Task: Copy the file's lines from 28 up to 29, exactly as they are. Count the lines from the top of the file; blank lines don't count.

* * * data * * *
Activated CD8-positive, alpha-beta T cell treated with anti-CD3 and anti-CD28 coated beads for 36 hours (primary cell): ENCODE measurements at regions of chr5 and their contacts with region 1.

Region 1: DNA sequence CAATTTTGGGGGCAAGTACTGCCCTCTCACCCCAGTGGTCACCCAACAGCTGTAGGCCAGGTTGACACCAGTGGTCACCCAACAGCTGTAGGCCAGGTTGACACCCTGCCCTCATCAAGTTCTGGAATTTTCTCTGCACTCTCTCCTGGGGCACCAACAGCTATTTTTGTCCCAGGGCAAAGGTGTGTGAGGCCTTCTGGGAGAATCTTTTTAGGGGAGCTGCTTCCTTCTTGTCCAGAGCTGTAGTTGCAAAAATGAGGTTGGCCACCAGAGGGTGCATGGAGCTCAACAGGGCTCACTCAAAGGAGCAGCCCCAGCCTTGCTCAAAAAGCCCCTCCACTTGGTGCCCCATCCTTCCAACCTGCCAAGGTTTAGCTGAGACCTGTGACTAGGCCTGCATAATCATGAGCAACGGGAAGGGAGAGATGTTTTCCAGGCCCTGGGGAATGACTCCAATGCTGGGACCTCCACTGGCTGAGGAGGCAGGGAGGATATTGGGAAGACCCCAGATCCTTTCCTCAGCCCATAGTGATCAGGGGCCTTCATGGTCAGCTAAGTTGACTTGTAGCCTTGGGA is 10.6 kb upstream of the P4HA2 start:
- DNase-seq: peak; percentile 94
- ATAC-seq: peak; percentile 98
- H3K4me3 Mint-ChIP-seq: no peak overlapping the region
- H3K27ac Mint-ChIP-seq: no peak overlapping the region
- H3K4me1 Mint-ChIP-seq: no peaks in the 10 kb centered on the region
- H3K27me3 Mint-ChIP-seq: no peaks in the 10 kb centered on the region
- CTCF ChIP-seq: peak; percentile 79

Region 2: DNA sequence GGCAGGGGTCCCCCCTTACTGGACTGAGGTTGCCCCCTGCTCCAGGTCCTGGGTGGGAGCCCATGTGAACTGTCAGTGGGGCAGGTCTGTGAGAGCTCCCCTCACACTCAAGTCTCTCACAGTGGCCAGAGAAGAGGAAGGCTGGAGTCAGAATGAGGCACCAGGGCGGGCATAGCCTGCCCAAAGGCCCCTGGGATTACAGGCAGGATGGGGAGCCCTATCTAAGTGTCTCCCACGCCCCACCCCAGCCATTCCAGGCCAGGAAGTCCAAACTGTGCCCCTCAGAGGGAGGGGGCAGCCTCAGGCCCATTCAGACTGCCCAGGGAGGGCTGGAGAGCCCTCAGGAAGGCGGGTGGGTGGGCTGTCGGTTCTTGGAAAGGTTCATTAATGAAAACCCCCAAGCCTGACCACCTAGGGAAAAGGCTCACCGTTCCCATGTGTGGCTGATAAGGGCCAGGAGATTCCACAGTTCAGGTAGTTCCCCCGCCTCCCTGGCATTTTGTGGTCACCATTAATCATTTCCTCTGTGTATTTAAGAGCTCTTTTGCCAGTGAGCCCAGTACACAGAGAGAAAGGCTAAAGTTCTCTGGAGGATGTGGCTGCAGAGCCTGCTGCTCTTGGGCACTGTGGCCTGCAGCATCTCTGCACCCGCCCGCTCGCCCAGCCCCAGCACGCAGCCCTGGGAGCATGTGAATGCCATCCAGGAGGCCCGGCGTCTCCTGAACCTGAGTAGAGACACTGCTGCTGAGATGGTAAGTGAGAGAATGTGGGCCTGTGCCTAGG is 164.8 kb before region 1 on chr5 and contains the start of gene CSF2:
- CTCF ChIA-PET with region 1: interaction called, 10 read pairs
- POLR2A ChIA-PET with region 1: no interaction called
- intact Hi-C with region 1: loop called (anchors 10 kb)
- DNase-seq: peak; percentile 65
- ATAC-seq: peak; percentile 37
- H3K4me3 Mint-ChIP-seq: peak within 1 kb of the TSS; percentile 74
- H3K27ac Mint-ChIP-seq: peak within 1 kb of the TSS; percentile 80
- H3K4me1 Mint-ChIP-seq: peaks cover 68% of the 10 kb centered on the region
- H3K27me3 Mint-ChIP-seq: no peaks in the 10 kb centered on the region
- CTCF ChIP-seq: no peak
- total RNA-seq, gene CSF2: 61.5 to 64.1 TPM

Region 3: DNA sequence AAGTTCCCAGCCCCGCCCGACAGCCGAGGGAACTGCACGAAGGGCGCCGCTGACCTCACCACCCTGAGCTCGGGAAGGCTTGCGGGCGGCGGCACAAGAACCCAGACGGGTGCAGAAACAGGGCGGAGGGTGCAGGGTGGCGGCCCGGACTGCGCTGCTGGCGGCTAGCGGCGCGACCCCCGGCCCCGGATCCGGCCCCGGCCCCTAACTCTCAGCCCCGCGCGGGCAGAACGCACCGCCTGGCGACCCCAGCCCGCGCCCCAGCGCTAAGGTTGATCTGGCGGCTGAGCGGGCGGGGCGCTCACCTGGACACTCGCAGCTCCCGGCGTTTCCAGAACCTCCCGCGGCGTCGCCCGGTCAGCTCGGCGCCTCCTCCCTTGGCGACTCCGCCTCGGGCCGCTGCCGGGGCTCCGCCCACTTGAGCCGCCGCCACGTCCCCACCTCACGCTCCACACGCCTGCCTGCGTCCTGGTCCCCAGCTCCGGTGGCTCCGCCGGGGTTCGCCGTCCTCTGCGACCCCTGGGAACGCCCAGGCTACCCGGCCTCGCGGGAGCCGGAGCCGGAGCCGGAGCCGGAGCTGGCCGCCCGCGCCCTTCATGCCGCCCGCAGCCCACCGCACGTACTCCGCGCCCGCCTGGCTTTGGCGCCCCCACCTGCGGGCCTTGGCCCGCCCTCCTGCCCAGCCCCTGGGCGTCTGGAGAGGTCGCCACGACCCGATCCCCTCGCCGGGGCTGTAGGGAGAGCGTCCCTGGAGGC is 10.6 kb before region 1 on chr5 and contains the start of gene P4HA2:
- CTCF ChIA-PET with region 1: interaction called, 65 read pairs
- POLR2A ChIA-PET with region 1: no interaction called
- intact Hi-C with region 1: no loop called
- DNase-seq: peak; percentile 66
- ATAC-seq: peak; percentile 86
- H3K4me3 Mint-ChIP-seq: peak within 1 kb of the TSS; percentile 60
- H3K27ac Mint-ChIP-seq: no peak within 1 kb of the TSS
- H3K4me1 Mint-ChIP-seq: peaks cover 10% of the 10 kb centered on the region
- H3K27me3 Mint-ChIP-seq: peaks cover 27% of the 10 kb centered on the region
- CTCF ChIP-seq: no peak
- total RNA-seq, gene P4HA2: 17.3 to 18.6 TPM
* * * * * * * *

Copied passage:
- H3K4me3 Mint-ChIP-seq: peak within 1 kb of the TSS; percentile 60
- H3K27ac Mint-ChIP-seq: no peak within 1 kb of the TSS